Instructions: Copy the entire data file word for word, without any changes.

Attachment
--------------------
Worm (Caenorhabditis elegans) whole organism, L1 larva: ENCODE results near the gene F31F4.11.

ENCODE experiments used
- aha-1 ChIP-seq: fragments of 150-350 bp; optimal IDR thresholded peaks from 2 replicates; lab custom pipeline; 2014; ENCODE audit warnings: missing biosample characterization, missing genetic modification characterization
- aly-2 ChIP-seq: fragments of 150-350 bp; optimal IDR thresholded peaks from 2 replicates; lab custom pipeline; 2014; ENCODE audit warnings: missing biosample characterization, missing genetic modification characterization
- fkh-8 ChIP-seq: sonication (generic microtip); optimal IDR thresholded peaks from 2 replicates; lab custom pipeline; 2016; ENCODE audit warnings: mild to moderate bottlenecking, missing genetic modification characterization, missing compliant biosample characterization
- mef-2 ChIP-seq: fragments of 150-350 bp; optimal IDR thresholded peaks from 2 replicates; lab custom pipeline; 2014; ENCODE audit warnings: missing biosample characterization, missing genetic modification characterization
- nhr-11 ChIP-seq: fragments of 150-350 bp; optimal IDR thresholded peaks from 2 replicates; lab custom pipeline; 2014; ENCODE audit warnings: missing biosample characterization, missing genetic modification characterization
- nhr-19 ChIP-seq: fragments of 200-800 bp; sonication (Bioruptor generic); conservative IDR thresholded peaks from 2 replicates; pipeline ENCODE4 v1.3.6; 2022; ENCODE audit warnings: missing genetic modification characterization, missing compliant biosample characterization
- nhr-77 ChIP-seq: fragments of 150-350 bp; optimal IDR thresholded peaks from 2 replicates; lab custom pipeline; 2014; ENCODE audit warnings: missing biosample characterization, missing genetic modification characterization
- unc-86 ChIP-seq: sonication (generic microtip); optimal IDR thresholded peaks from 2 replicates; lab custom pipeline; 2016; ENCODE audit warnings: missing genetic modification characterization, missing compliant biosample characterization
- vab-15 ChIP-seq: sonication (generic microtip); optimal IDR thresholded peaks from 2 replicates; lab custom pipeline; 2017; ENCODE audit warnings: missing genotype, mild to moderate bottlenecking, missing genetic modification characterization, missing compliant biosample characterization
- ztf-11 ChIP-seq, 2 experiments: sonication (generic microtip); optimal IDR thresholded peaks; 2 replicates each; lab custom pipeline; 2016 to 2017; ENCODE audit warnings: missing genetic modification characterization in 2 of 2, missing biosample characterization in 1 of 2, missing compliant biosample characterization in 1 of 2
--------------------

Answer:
Worm (Caenorhabditis elegans) whole organism, L1 larva: ENCODE results near the gene F31F4.11.

ENCODE experiments used
- aha-1 ChIP-seq: fragments of 150-350 bp; optimal IDR thresholded peaks from 2 replicates; lab custom pipeline; 2014; ENCODE audit warnings: missing biosample characterization, missing genetic modification characterization
- aly-2 ChIP-seq: fragments of 150-350 bp; optimal IDR thresholded peaks from 2 replicates; lab custom pipeline; 2014; ENCODE audit warnings: missing biosample characterization, missing genetic modification characterization
- fkh-8 ChIP-seq: sonication (generic microtip); optimal IDR thresholded peaks from 2 replicates; lab custom pipeline; 2016; ENCODE audit warnings: mild to moderate bottlenecking, missing genetic modification characterization, missing compliant biosample characterization
- mef-2 ChIP-seq: fragments of 150-350 bp; optimal IDR thresholded peaks from 2 replicates; lab custom pipeline; 2014; ENCODE audit warnings: missing biosample characterization, missing genetic modification characterization
- nhr-11 ChIP-seq: fragments of 150-350 bp; optimal IDR thresholded peaks from 2 replicates; lab custom pipeline; 2014; ENCODE audit warnings: missing biosample characterization, missing genetic modification characterization
- nhr-19 ChIP-seq: fragments of 200-800 bp; sonication (Bioruptor generic); conservative IDR thresholded peaks from 2 replicates; pipeline ENCODE4 v1.3.6; 2022; ENCODE audit warnings: missing genetic modification characterization, missing compliant biosample characterization
- nhr-77 ChIP-seq: fragments of 150-350 bp; optimal IDR thresholded peaks from 2 replicates; lab custom pipeline; 2014; ENCODE audit warnings: missing biosample characterization, missing genetic modification characterization
- unc-86 ChIP-seq: sonication (generic microtip); optimal IDR thresholded peaks from 2 replicates; lab custom pipeline; 2016; ENCODE audit warnings: missing genetic modification characterization, missing compliant biosample characterization
- vab-15 ChIP-seq: sonication (generic microtip); optimal IDR thresholded peaks from 2 replicates; lab custom pipeline; 2017; ENCODE audit warnings: missing genotype, mild to moderate bottlenecking, missing genetic modification characterization, missing compliant biosample characterization
- ztf-11 ChIP-seq, 2 experiments: sonication (generic microtip); optimal IDR thresholded peaks; 2 replicates each; lab custom pipeline; 2016 to 2017; ENCODE audit warnings: missing genetic modification characterization in 2 of 2, missing biosample characterization in 1 of 2, missing compliant biosample characterization in 1 of 2